The UN Committee on Enforced Disappearances will probe Mexico for the first time, as the country grapples with a crisis over 43 students missing and feared dead. The panel will hold talks with Mexico on February 2-3 in Geneva, a UN statement said.
The commission monitors compliance with an international convention to protect people against forced disappearance, which Mexico and 43 other countries ratified, the statement said.
In September, 43 students at a teachers college went missing in Iguala in southern Guerrero state after being attacked by gang-linked police. The government now says they were murdered.
"I am going to make an accusation of enforced disappearance against the police who took part in the case, the mayor of Iguala, the police chiefs and all officials who may have had something to do" with the case, Mexican attorney general Jesus Murillo Karam told the Mexican TV station Milenio.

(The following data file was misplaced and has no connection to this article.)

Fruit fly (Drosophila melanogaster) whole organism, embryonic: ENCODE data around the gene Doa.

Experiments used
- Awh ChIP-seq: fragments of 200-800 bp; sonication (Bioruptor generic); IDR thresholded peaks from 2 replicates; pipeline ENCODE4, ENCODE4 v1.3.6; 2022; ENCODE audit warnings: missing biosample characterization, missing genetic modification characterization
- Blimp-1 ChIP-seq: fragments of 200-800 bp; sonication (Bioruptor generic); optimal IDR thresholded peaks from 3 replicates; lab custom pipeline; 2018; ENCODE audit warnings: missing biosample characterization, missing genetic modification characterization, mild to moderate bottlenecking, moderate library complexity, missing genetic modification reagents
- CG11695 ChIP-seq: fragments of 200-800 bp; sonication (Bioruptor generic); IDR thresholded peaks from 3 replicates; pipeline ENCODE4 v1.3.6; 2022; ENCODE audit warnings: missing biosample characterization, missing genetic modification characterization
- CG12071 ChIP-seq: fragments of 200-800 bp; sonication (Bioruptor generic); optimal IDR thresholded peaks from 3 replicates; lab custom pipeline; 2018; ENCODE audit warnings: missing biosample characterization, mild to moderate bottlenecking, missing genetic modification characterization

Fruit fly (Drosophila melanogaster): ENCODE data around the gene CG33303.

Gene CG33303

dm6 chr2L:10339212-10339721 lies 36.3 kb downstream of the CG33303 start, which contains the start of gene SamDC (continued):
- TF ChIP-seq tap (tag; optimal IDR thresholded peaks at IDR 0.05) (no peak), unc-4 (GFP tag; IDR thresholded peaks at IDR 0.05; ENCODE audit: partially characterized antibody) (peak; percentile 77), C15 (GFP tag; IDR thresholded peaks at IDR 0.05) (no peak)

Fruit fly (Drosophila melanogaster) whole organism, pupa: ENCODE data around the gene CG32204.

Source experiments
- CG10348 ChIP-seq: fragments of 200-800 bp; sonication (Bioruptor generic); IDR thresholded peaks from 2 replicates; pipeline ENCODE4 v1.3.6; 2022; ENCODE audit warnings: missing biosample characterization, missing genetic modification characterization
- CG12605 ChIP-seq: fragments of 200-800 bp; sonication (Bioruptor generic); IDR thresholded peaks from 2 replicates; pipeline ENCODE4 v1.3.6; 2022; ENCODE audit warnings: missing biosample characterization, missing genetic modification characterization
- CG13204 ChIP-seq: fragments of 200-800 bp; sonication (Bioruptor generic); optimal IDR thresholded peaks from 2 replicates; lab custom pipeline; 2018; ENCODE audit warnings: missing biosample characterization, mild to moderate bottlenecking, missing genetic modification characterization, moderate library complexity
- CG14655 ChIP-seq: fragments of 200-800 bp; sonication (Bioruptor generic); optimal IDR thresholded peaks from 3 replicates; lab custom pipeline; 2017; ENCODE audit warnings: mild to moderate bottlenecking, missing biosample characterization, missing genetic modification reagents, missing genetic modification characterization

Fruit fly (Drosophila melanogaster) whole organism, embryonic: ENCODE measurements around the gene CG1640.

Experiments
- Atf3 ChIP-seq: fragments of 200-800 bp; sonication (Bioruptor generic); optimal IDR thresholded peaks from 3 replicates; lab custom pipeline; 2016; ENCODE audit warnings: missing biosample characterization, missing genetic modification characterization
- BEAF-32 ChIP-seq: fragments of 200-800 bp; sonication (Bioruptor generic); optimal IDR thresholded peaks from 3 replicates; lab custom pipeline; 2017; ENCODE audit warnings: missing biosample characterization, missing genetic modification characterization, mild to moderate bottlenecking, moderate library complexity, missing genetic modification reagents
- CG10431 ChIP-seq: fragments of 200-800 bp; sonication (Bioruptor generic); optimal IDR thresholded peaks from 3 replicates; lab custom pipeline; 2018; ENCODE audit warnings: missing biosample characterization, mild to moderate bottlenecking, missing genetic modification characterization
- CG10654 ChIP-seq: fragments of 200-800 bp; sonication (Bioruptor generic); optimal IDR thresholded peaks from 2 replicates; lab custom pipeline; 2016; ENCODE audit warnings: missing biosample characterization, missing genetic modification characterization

Nearly 100 suspects have been arrested in the case, including police and the mayor of Iguala.
Amnesty International said one thing that remains to be cleared up in the attack against the students is the role of the army, either its possible complicity or failure to act.
Parents of the students, who have led huge marches denouncing what they say is the role of the government, said Tuesday they will send a delegation to meet with the UN panel on forced disappearances.
The Mexican government said on Tuesday it was certain the students were killed by hitmen working for drug traffickers, even though the remains of only one of them had been identified by DNA tests.